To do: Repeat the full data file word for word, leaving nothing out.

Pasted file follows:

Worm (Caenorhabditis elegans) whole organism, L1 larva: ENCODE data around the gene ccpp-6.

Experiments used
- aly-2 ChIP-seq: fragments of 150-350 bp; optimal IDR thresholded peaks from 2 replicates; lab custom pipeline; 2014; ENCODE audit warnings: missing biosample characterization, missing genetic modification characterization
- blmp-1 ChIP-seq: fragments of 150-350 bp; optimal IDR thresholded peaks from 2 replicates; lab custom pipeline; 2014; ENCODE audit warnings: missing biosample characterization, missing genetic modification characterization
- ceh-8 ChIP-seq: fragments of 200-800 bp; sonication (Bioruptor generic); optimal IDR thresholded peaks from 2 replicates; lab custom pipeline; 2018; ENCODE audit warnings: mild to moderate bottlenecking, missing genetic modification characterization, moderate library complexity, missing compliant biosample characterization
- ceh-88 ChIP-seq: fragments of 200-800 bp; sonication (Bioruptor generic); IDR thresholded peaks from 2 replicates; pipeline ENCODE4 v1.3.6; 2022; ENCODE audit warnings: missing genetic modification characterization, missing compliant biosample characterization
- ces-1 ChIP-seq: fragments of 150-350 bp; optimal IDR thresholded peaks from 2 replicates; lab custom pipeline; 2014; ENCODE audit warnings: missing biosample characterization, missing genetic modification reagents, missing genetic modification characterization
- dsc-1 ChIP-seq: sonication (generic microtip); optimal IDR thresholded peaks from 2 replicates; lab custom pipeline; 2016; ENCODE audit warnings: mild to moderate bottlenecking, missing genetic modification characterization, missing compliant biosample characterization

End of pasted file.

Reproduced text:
Worm (Caenorhabditis elegans) whole organism, L1 larva: ENCODE data around the gene ccpp-6.

Experiments used
- aly-2 ChIP-seq: fragments of 150-350 bp; optimal IDR thresholded peaks from 2 replicates; lab custom pipeline; 2014; ENCODE audit warnings: missing biosample characterization, missing genetic modification characterization
- blmp-1 ChIP-seq: fragments of 150-350 bp; optimal IDR thresholded peaks from 2 replicates; lab custom pipeline; 2014; ENCODE audit warnings: missing biosample characterization, missing genetic modification characterization
- ceh-8 ChIP-seq: fragments of 200-800 bp; sonication (Bioruptor generic); optimal IDR thresholded peaks from 2 replicates; lab custom pipeline; 2018; ENCODE audit warnings: mild to moderate bottlenecking, missing genetic modification characterization, moderate library complexity, missing compliant biosample characterization
- ceh-88 ChIP-seq: fragments of 200-800 bp; sonication (Bioruptor generic); IDR thresholded peaks from 2 replicates; pipeline ENCODE4 v1.3.6; 2022; ENCODE audit warnings: missing genetic modification characterization, missing compliant biosample characterization
- ces-1 ChIP-seq: fragments of 150-350 bp; optimal IDR thresholded peaks from 2 replicates; lab custom pipeline; 2014; ENCODE audit warnings: missing biosample characterization, missing genetic modification reagents, missing genetic modification characterization
- dsc-1 ChIP-seq: sonication (generic microtip); optimal IDR thresholded peaks from 2 replicates; lab custom pipeline; 2016; ENCODE audit warnings: mild to moderate bottlenecking, missing genetic modification characterization, missing compliant biosample characterization